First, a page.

Is there a ‘bright’ side to witchcraft?

“Whether ghosts exist or not, our work has been made easy ... I wish there were ghosts all over the country,’’.
Artefact from a witchcraft museum
Artefact from a witchcraft museum

“Whether ghosts exist or not, our work has been made easy ... I wish there were ghosts all over the country,’’.

That was said by a police officer based at the Kenyan port city of Mombasa at the hype of the Kenyan post election violence. It is amazing how witchcraft can turn out to work ‘for good’.

In what turned out to be a somewhat comical sideshow amidst the mayhem of post election violence, Mombasa residents started returning goods they had looted from shops for fear of being witched. Most of the ‘looters’ were returning the goods at night to hide their embarrassment.

Television footage then showed fearful, if not shameful, looters and their accomplices returning beds, sofa sets, planks of timber and other items after rumours that victims had deployed witch doctors to punish the thieves started circulating.

Police officials confirmed the report, saying witchcraft had facilitated their business of tracking down crooks. But welcoming the move, police did not arrest anyone who had willingly returned the stolen goods but gave an ultimatum to all others to follow suit.

Residents of this coastal city in Kenya are believed to have a strong believe in the power of witchcraft and say witch doctors have supernatural powers to invoke or revoke evil spirits.

Some of the looters were reported not to either urinate or pass stool, while others` stomachs swell to death.

The Constitution of Kenya provides for freedom of religion, and the Government generally respects this right in practice; however, while groups generally were allowed to worship freely, the Government at times interfered with other activities by religious groups.

The Constitution does not provide for any official state religion.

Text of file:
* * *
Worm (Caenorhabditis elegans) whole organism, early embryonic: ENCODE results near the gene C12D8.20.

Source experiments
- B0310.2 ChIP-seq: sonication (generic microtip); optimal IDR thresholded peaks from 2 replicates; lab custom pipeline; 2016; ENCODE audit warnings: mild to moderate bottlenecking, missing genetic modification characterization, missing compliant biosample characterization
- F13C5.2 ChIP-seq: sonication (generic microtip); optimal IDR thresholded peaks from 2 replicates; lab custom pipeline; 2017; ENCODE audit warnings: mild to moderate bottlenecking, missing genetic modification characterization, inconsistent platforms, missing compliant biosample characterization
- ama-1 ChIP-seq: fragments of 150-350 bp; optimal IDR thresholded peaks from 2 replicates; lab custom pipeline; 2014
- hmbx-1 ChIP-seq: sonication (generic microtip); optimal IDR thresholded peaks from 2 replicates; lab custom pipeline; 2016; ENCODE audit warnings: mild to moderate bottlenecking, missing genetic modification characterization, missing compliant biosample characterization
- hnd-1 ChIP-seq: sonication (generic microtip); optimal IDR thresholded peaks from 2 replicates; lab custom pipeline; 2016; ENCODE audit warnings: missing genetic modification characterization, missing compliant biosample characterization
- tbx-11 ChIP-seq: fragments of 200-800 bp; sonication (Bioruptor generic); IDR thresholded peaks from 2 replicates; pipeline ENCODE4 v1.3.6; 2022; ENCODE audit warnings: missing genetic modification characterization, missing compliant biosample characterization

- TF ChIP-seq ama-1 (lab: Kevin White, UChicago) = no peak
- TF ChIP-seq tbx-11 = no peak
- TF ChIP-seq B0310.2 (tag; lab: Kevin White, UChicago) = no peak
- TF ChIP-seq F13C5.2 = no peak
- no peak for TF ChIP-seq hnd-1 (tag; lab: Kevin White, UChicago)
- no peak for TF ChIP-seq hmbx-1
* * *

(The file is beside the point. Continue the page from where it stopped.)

Practices and beliefs that have been termed “witchcraft” do not constitute a single identifiable religion, however these beliefs do generally involve religious elements dealing with spirits, the afterlife, magic and ritual Witchcraft is generally characterized by its use of magic.

Probably the most obvious characteristic of a witch is the ability to cast a spell, a “spell” being the word used to signify the means employed to accomplish a magical action.

A spell could consist of a set of words, a formula or verse, or a ritual action, or any combination of these. 

Like elsewhere in Africa, even some Rwandans still believe in the powers of witch doctors and black magic in influencing the course of social events.

Reports of an article deprived from uganet website, claim that once in 2003, the Ugandans were defeated by the Rwandan National football team and the Ugandan coach claimed that the Rwandan goal keeper used witchcraft.

Uganda’s Argentine coach then Pedro Pablo Pasculli, was sure Uganda lost to Rwanda because of witchcraft
“I am still shocked by this witchcraft that I witnessed for the first time in my football career.

I have played in South America and witnessed many things in football, but this was too much for me,” said Pasculli.
“This witchcraft issue disorganized my whole team because they were so taken up and failed to concentrate,”.  he added.

Most people think that witchcraft only exists in Africa but clearly the argentine coach must have proved otherwise.

According to BBC News dated 2006, Zimbabwe lifted the ban on the practice of witchcraft, repealing colonial-era legislation that made it a crime to accuse someone of being a witch or wizard.

The new law recognized the existence of the supernatural and effectively legitimized many practices of traditional healers, but only if they are used for good. Often, people accused of witchcraft are poor, they may be deformed and they may make others feel guilty and therefore angry at them.

But the supposed witch can also be the opposite of a loser. He may be someone too beautiful, too clever, and too successful.

There is usually a great fear of displaying one’s ability to build a remarkable house, dress smartly, or do well in school.

Research by students in the Lands Institute of Dar-es-Salaam showed that witchcraft beliefs were an obstacle to development in the northern district of Handeni in Tanzania.

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